Why is islet transplantation
still not available to the patients with Type 1 Diabetes in the US?
 
 

Islet transplantation is approved for clinical use worldwide... 

... Why not yet in the US?

"...because, human islets have been regulated as drugs,

instead of being regulated as organs for transplantation as in all other developed countries worldwide..." 

...scientific evidence strongly supports need for the urgent regulatory update in the US, and the need for the islet regulation as organs... 

 

Dr. Camillo Ricordi

Professor of Surgery, Medicine, Biomedical Bioengineering, Immunology  at University of Miami

Director of the Diabetes Research Institute (DRI) and the Cell Transplant Center

expert, inventor and "father" of the field of islet transplantation 

"...anyone who is involved in the science, to say: "you should never change your mind", does not understand what  science is..." 

 

Dr. Anthony Fauci

Director of National Institute for Allergy and Infectious Disease


 
Pancreatic islets are micro-organs, yet 
FDA has been regulating human islets for transplantation as drugs

 

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  • Pancreatic islets are located in the human pancreas surrounded by the exocrine tissue.

  • Islets are micro-organs, with own unique anatomy, structure and function, they are made of many different type of cells.

  • They have own blood vessels and nerves.

  • They are retrieved (isolated from the pancreas) and transplanted while their structure and function remain preserved- exactly like for whole organ transplantation.

The "Islets for US" Collaborative

Our collaborative is composed of over 50 experts and leaders in the field of islet and pancreas transplantation deeply concern about over 20-year lack of  the access to life saving islet transplantation for Americans with type 1 diabetes, severe hypoglycemic episodes and hypoglycemia unawareness

 

Therefore:

1. We have prepared a comprehensive report, which included a root-cause analysis of the problem.

2. We have identified major deficiencies in the current regulatory approach to the islets in the US, which lead to  the imminent demise of the entire field of islet transplantation, or alternatively to unsafe and detrimental for the field and patients, commercialization of the human pancreas and islets for clinical transplantation.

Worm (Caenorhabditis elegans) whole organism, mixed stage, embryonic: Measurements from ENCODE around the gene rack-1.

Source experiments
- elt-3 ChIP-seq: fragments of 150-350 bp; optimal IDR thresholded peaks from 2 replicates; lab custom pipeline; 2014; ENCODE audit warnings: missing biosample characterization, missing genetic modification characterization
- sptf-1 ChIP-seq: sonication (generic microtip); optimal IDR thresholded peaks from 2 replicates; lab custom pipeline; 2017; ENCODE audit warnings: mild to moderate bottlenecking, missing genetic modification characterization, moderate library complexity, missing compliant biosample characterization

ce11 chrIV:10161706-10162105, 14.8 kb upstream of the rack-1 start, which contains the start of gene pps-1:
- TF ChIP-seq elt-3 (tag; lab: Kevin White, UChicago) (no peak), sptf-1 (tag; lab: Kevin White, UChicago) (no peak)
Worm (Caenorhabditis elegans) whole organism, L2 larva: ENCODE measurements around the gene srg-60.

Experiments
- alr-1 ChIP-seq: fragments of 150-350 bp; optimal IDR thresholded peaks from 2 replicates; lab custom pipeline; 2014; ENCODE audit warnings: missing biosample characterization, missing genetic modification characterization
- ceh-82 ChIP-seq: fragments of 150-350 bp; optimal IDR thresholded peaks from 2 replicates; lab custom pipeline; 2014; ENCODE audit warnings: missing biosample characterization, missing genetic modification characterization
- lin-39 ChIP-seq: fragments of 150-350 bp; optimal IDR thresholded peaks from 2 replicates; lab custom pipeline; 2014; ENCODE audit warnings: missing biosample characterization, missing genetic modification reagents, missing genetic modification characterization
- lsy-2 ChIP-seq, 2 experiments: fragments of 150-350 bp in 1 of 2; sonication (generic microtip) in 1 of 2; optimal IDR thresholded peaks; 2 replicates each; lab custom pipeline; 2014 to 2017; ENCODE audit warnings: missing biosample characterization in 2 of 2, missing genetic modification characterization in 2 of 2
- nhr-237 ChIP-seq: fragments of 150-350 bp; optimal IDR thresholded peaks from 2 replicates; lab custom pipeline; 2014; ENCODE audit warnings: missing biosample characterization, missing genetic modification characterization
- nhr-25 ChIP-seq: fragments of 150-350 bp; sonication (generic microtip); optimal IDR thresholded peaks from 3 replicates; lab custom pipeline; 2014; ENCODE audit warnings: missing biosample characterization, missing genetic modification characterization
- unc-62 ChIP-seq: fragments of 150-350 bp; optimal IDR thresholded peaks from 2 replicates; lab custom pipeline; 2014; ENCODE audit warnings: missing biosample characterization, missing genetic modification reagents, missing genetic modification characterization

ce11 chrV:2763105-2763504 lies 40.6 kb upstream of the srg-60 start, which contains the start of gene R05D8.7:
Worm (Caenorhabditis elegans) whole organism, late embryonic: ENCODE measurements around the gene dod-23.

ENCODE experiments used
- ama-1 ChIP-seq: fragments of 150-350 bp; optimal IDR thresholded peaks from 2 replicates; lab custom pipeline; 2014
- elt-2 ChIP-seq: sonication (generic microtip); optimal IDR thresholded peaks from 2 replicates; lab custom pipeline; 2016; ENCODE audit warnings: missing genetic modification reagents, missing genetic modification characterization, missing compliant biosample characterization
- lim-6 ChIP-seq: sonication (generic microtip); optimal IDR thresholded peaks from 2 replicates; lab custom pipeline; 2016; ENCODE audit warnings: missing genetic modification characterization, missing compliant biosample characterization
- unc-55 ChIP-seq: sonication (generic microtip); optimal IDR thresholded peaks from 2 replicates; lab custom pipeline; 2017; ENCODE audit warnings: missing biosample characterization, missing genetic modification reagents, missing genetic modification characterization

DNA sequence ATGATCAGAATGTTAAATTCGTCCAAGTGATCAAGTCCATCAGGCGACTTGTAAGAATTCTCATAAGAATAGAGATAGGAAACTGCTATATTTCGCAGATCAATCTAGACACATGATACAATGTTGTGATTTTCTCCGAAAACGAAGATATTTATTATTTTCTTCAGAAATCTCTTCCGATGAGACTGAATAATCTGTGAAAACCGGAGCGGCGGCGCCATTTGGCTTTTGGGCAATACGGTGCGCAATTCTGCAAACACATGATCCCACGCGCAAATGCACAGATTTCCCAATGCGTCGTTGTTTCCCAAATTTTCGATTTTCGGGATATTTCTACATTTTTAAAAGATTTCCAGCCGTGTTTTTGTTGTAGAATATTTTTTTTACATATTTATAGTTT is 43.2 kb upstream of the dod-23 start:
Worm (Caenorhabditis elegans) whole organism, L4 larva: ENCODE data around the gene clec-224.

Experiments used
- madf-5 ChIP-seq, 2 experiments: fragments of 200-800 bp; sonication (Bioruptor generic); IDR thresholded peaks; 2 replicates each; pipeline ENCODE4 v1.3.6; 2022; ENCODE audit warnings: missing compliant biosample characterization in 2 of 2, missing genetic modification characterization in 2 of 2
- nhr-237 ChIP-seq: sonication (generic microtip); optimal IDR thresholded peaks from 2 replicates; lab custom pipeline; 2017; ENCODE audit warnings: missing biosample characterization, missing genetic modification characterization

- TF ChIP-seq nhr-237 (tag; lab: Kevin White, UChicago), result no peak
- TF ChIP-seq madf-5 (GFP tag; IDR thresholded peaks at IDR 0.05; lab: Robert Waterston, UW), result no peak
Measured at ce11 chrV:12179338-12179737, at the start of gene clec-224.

3. Based on our analysis, we identified a key elements critical of the regulatory update, which we propose to the FDA and HHS for considerations.

4. We propose islet regulation under the existing regulatory framework for organ transplantation in the US under UNOS and OPTN, with components of the FDA regulations for human cel and tissue for transplantation exempt from the drug regulations, which can be easy implemented by the decision of the Secretary of the HHS.

 

5. Unfortunately, despite our call, no need for the regulatory update has been recognized by the regulators.

We wrote  several letters to the FDA, HHS, HRSA, CMS, UNOS and published 6 articles in peer -reviewed scientific journals voicing our concerns and need for regulatory update.

We presented our position during the FDA Experts Advisory Committee Meeting in April 2021 and during the Scientific Sessions of the  American Diabetes AssociationCongress in June 20021. (see below)

 

Key negative consequences of the deficiencies in the current islet regulations

Imminent demise of islet transplantation in the US

Over last 10 years, we have witnessed a decline of  islet transplantation in the US, as the procedure remained limited only to experimental settings due to outdated islet regulations, Regulations of human islets as drugs preclude safe transition of the islet transplantation to the standard of care procedure available to diabetic patients in the US. Lack of finacial support system and reimbursment precludes any islet transplantation activity.

 

Reference:

The demise of islet allotransplantation in the United States: A call for an urgent regulatory update. Am J Transplant, 2021, 21:1365–1375.

Deficiency of drug manufacturing procedures and regulations in the reassurance of islet quality and sterility. 

Recent scientific evidence and FDA's own report clearly indicate that the current regulation of human islets as drugs does not reassure safety and effectiveness of the therapy as intended to. Islet sterility and quality prior to transplant cannot be reassured despite the application of the drug manufacturing procedures and regulations during islet preparation for the transplantation. 

Reference:

Pancreatic Islets Quality and Potency Cannot be Verified as Required for Drugs. Transplantation 2021, Dec 1;105(12):e409-e410.Jul 

 

Imminent threat of the commercialization of human pancreas and islets for clinical transplantation without proper reassurance of islet quality and patient safety

Despite above,  the FDA still considers granting a Biological License to a single for-profit company  to market human islets for transplantation in the US, which would further compromise patient safety, lead to unsafe and detrimental commercialization of human pancreas and islets for clinical transplantation in the US .  

 

The continuation the islet regulation as drugs has multiple negative consequences for the future of islet and organ transplantation and diabetes care for the US public.